On Tue, Jun 17, 2014 at 8:12 AM, Gregory Ewing
<greg.ew...@canterbury.ac.nz> wrote:
>> A few years ago jumbo sized but cheapish CULV laptops suddenly had 10
>> hours plus battery but did anyone notice or care?
> I think people do care, it's just that going from
> something like 6 hours to 10 hours is not a big
> enough change to warrant much hype. If it were
> 100 hours, without losing too much else, I'm
> pretty sure it *would* be made a marketing point!

Partly that. But also, people want to know how long that will *really*
last. For instance, 10 hours of battery life... doing what? Can I
really hop on a plane for ten hours and write code the whole way
without external power? Or will each minute spent recompiling Python
(with the CPU pegged) cost 2-3 minutes out of those ten hours? What if
I watch videos (on headphones, probably, given how noisy airliners
are!)? That'll surely take more power than the manufacturers estimate.
And what happens six months from now? Will battery life decay to the
point where it's no longer interesting? (Obviously it'll decay some.
But how much?)

These are unanswerable questions. (Unless you count "It depends" as an
answer.) If I have two laptop models I'm looking at, one with a
boasted 10 hour battery and the other with "just" 8 hours, all those
other considerations will be much more important than the two hours of
rated difference. Now, if you had that 100 hour battery, well, then
I'd be interested! Because even after six months of usage, that'll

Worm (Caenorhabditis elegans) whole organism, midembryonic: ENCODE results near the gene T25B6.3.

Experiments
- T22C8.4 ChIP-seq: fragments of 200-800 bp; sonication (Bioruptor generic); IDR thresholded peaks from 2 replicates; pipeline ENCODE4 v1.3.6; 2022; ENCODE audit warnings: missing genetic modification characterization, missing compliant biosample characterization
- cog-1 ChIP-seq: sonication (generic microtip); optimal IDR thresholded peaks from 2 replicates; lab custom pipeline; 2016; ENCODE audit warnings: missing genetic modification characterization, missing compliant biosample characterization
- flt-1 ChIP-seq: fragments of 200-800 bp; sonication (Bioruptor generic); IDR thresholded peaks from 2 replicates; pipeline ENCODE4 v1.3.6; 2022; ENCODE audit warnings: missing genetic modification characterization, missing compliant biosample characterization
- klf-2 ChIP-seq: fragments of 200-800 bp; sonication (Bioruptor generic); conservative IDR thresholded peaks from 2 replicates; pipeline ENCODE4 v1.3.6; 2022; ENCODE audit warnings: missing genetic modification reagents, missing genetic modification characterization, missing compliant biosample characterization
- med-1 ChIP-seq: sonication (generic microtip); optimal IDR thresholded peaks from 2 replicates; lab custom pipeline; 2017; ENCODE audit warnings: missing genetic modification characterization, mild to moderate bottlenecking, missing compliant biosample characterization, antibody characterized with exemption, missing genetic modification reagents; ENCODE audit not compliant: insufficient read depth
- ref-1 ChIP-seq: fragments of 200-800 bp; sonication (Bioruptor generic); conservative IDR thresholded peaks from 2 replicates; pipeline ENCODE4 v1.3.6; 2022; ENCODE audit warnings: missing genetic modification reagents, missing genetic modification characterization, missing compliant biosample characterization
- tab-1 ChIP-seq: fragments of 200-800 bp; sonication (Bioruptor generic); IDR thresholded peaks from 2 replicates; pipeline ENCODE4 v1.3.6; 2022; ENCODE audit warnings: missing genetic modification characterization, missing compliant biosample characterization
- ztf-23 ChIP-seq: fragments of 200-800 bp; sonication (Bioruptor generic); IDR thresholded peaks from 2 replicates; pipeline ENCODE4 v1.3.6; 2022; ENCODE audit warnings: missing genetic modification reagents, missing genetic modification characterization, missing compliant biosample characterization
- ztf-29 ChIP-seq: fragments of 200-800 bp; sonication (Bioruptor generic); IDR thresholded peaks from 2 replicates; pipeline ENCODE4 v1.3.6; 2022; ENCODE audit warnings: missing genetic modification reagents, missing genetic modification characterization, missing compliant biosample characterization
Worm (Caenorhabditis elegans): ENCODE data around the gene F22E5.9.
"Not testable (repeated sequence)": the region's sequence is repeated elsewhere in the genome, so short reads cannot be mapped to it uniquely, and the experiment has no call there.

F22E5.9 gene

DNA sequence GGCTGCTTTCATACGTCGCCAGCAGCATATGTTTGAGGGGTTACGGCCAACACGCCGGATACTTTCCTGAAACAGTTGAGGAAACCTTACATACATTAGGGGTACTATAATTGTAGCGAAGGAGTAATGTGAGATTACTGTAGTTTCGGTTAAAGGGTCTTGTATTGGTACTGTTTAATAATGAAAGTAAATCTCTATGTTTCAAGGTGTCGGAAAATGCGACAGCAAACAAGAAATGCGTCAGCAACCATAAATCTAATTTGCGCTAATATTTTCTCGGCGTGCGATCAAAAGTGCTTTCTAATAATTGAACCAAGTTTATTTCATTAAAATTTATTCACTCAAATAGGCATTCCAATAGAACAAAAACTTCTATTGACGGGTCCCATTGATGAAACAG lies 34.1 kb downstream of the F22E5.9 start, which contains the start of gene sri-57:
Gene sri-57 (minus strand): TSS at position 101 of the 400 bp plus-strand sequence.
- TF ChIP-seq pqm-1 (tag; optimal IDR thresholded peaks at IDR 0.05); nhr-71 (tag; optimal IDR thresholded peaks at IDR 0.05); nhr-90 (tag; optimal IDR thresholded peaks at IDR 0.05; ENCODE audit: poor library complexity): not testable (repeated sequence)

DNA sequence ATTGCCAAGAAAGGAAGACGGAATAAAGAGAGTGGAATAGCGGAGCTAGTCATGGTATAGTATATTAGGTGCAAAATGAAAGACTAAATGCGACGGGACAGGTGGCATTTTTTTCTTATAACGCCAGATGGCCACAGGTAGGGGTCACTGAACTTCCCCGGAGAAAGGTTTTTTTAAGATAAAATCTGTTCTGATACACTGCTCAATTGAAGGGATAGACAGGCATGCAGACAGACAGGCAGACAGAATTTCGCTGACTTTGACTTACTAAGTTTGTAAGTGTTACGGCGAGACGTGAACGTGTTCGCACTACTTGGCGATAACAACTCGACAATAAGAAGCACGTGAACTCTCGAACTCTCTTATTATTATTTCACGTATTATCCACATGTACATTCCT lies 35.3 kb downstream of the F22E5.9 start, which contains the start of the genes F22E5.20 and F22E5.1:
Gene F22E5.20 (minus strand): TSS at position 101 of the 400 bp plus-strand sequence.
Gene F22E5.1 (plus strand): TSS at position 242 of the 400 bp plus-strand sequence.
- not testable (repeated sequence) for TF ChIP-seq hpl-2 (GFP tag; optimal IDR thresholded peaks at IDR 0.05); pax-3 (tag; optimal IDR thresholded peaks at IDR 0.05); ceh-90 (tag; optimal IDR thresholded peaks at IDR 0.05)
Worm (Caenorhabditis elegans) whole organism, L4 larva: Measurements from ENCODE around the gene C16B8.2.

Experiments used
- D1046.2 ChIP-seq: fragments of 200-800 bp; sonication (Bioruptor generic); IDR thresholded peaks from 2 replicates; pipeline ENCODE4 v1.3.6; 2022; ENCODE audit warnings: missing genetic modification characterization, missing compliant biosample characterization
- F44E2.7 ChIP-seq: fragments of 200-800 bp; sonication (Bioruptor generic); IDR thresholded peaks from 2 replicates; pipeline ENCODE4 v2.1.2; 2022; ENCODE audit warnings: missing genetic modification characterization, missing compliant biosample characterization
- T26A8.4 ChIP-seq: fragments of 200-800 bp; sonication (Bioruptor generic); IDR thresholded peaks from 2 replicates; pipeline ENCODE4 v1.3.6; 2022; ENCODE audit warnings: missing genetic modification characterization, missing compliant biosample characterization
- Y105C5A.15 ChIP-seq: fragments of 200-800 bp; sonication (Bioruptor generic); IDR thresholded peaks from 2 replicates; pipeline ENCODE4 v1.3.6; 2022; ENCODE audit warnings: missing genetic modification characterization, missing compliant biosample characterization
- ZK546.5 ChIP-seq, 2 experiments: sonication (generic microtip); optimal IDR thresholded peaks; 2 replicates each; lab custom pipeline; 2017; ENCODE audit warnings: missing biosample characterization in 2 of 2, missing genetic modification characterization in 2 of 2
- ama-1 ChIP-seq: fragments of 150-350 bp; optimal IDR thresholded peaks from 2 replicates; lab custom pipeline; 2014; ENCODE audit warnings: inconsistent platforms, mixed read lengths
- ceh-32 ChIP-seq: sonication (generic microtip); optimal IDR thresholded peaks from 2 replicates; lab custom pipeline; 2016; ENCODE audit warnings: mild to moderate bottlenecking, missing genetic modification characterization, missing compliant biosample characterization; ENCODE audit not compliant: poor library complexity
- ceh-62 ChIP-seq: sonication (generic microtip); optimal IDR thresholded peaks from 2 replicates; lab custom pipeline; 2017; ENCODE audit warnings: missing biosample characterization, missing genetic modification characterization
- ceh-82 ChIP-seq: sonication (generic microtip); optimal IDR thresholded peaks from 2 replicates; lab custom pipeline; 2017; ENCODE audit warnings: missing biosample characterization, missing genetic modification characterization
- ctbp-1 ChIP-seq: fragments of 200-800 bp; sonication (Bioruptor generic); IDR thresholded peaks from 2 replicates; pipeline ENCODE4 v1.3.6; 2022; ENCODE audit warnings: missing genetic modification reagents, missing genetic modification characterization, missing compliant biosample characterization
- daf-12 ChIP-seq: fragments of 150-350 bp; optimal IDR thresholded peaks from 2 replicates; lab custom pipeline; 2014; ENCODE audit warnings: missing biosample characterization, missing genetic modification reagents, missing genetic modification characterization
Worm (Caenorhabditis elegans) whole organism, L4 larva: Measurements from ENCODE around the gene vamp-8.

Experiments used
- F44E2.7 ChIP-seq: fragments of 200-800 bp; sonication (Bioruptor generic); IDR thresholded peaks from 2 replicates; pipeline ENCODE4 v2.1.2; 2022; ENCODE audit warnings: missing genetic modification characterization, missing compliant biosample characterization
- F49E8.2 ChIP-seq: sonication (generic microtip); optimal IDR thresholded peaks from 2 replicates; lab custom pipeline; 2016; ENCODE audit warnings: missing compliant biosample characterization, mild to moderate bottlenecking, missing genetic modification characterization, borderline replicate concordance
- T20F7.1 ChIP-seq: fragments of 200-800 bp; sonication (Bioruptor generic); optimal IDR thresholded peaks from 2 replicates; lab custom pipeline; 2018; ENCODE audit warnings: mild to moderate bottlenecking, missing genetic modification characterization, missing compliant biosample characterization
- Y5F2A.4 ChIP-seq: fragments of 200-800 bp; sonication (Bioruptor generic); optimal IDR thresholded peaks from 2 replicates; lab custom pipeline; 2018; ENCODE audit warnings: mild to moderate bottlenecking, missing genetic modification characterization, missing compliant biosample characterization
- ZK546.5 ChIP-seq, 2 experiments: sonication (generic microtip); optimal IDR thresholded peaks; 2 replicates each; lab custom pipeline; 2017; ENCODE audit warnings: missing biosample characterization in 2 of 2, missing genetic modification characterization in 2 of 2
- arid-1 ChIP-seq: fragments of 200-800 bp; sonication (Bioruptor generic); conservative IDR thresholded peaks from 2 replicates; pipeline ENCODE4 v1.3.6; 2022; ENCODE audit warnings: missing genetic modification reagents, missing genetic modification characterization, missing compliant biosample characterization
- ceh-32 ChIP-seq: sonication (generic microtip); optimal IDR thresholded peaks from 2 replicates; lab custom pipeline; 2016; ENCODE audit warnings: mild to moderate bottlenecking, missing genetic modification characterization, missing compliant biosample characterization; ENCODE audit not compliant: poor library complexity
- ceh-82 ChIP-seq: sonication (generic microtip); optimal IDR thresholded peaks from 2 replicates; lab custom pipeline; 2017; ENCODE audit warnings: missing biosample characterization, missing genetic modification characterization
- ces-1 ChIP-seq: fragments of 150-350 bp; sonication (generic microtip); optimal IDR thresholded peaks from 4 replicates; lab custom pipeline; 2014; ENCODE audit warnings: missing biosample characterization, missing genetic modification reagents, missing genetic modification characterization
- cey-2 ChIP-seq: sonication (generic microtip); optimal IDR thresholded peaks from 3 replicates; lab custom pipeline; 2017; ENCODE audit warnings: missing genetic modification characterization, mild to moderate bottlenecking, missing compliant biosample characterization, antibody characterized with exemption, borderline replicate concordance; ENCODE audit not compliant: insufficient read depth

still be giving several times what a 10-hour battery would be.
Obviously still read the fine print as regards usage patterns, but
even if you get the full hundred hours *only* with the screen on
minimum brightness *and* the absolute lightest usage, it's probably
going to be possible to use that usefully.

That's why purported battery life isn't such an advertisable point.
And it's why the business I worked for recently, where we sold
second-hand laptops, was very clear about our battery testing
methodology - it was approximately equivalent to light usage, keeping
the screen, CPU, and disk all intermittently active. If it lasted two
hours in our test, we expect that it'll last two hours of, say, text
editing. (And yes, the scale is very different. Our idea of a good,
saleable battery was one that lasts one hour; below that was
considered a fault to be discounted for. Two hour batteries were
excellent. Anything more than that was "wow, this in a second-hand
laptop?!?". I doubt we would *ever* see a ten-hour battery.)


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